• Drive one knee up towards your chest while swinging your arms.
  • Quickly bring your leg back behind you and continue repeating the movement before switching to the other side.
  • Try 20 reps per side.
06 of 10

Curtsy Lunge

Pilates by Amanda

“Curtsy lunges provide lower body strength and are another great way to do a standing exercise. By wrapping one leg behind the other, you are working tiny muscles in your ankle, calves, quads, and core, which will improve balance,” explains Kassar. Another benefit of challenging your balance is activating your core muscles, which become weak when you sit all day. 

  • Stand with your feet hip-width apart and brace your core and back. Clasp your hands in front of your chest or position them on your hips.
  • Take your right foot and step it behind and across your left foot while simultaneously bending your left knee and dropping it towards the ground.
  • Stop when your front right knee is parallel to the ground.
  • Push off the ground with your right foot to return to the starting position.
  • Switch sides and repeat.
  • Try 10 reps per side.
07 of 10

Unilateral Arm Exercise

Pilates by Amanda

When we work at our desks, we use our dominant arm for a lot of our task work, leading to muscle imbalance. “Working single-arm exercises helps expose muscular imbalances. If you’re on a computer or constantly working on one side of your body, these single movements will help you strengthen each muscle without the support of your other muscle. By doing this it will improve balance and help strengthen your core,” recommends Kassar. Try this tricep extension or other single-arm movements such as a one-arm row, single-arm hammer curl, or single arm lateral raise.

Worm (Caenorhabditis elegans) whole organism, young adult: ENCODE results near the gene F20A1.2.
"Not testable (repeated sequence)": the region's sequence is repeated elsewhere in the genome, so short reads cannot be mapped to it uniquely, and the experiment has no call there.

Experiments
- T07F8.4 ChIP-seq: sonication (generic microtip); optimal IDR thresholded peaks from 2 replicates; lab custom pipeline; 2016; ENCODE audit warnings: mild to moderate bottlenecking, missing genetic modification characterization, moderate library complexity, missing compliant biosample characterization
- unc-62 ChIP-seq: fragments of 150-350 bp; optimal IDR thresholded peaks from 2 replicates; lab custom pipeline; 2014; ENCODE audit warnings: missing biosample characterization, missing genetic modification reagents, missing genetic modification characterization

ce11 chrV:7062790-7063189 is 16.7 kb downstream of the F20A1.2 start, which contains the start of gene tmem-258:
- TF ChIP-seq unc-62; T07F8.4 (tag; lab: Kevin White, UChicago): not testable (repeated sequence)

• Hold a dumbbell with an overhand grip in one arm. Either stand and bend at the hips while bracing your core with a flat back or get on all fours.
  • Once your torso is parallel with the floor, bring your arm with the dumbbell to your side.
  • Push the dumbbell back and behind you until your arm is straight.
  • You should feel a contraction in the back of your arm. Pause here before slowly lowering the dumbbell back to the starting position and repeating.
  • Aim for 10 reps.
08 of 10

Tricep Dip

Pilates by Amanda

“This move strengthens not only the triceps but also the shoulders. Strengthening the shoulders will help with your posture,” explains Kassar. The extra stretch through your chest from this move helps to counteract the tightness that comes from sitting. To level up, try placing your hands on a step or bench.

  • Sit on the floor or on a chair with your hands either next to your hips or slightly under your hips.
  • Lift up onto your hands and bring your hips forward.